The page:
Edward Thomas, the author of “South Sudan: A Slow Liberation”, points out that the causes of the violence in South Sudan are not mainly ethnic but economic. The book describes the environment which hosts the Sudanese conflicts and it focuses on the absence of a central state able to organize its productive capacities. For instance, the resource obtained through the extraction of oil after 2005 should have made the South Sudanese government one of the richest in the region—yet it remains a violent and unstable country.
The state couldn’t really foster ‘development’ in a conventional sense because (as the author says) the state “couldn’t intervene meaningfully in the economic life of most people. Instead of finding economic groups and interests to invest in—small businessmen, or factory workers—the government doles out small amounts of money in wages. And because there aren’t clear economic interest groups, this government like every single government before it, organizes its relationship with the population around ethnicity”.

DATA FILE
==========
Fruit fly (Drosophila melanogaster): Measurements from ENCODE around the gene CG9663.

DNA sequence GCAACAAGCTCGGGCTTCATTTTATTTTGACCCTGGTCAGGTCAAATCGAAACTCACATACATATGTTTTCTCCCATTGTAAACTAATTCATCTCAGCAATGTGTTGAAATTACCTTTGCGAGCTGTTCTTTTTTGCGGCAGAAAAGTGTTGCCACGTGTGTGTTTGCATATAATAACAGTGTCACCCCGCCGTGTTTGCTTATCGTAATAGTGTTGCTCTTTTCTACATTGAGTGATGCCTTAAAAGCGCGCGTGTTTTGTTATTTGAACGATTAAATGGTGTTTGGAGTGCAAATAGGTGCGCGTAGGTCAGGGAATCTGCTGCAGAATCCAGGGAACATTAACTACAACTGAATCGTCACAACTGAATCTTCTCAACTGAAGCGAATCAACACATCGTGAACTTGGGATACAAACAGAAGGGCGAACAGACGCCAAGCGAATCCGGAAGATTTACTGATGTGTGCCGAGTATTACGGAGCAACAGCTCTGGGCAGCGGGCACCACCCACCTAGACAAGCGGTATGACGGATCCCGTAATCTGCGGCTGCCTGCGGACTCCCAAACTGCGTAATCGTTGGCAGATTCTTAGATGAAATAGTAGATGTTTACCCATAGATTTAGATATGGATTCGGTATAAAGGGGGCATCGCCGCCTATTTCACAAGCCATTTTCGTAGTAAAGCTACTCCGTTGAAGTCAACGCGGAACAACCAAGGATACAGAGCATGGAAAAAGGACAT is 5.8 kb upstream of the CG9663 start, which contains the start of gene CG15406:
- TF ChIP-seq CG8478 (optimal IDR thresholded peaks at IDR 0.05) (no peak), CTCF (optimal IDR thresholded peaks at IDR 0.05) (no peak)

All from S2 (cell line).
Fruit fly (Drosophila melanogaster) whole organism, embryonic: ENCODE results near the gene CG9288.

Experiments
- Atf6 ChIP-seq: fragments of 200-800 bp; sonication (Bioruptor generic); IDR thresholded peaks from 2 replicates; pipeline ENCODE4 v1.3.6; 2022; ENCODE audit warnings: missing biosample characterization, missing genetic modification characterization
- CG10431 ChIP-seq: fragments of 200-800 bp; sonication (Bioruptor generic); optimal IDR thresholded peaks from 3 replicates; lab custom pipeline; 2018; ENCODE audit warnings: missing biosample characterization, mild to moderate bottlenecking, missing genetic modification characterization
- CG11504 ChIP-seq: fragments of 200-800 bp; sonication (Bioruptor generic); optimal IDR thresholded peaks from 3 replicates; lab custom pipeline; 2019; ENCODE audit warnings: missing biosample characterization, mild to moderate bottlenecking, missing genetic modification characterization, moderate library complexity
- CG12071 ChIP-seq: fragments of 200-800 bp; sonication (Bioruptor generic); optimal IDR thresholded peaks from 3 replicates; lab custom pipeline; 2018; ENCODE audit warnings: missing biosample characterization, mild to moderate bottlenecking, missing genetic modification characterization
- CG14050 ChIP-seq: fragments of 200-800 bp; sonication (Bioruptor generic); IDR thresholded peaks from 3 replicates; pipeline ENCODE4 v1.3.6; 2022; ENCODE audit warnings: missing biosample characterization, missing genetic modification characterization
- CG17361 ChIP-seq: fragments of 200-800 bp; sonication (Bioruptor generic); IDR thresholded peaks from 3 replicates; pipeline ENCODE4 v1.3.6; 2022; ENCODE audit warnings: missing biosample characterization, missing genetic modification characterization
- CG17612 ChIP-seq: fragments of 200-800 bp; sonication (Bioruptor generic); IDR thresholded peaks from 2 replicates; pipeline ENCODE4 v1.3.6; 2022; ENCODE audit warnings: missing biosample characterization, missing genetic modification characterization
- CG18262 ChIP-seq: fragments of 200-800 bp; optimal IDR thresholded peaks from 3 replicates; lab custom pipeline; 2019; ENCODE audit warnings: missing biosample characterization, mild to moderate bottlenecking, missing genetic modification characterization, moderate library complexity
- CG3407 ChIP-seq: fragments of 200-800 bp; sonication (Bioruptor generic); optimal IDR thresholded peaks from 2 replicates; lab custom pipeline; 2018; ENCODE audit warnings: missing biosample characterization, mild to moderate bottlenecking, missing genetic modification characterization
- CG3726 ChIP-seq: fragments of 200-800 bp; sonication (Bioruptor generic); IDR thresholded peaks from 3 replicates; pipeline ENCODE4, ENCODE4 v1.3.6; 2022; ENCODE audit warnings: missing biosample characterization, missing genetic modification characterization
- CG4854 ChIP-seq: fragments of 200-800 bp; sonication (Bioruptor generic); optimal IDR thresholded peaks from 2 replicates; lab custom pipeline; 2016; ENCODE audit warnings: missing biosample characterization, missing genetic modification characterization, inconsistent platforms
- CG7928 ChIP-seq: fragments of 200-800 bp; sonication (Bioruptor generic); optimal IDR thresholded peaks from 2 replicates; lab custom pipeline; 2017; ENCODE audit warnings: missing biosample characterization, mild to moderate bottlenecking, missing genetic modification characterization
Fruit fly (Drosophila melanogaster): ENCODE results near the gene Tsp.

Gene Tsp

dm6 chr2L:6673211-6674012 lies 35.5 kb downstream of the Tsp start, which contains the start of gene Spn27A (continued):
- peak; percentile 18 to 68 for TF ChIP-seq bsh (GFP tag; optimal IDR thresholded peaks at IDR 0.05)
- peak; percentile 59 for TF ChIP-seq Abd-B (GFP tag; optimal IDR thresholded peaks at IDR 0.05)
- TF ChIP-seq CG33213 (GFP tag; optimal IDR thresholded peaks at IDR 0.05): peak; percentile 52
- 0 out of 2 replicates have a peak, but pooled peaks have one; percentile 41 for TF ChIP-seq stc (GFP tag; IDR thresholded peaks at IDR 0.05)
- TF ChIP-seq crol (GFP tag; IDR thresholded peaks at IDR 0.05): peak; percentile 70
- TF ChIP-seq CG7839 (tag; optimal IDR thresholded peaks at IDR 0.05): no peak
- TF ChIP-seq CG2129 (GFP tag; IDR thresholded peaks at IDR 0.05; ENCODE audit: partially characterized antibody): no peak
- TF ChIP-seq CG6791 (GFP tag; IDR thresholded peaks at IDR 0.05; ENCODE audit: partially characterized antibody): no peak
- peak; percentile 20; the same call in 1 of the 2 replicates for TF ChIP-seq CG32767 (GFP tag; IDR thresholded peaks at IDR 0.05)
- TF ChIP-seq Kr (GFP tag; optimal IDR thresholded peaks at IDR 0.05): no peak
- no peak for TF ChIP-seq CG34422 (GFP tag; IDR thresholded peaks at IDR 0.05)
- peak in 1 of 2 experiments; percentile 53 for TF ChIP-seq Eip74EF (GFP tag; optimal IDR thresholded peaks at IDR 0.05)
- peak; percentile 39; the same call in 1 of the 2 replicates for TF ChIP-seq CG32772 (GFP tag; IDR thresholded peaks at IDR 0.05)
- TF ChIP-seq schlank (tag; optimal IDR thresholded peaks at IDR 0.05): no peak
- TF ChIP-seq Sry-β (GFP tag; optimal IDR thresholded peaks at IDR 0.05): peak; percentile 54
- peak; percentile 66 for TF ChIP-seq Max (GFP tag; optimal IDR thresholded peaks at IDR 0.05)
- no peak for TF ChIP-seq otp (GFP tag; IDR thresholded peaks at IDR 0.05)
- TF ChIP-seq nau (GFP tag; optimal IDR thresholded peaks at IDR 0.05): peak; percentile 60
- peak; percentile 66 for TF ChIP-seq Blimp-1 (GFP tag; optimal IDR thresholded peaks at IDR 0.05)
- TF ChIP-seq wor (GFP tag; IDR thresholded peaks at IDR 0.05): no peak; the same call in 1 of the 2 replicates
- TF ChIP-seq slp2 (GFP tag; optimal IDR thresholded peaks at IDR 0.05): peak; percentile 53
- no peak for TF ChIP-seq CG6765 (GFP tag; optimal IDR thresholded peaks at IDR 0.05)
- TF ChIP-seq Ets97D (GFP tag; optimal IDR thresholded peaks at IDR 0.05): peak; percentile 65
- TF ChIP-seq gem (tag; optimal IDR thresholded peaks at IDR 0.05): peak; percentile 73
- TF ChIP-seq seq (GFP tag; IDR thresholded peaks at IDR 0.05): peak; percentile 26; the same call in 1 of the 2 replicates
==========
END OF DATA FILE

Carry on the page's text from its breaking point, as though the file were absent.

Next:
Edward Thomas has lived and worked as a teacher, researcher and human rights worker for Sudanese and international organizations in Sudan and South Sudan for over eight years.
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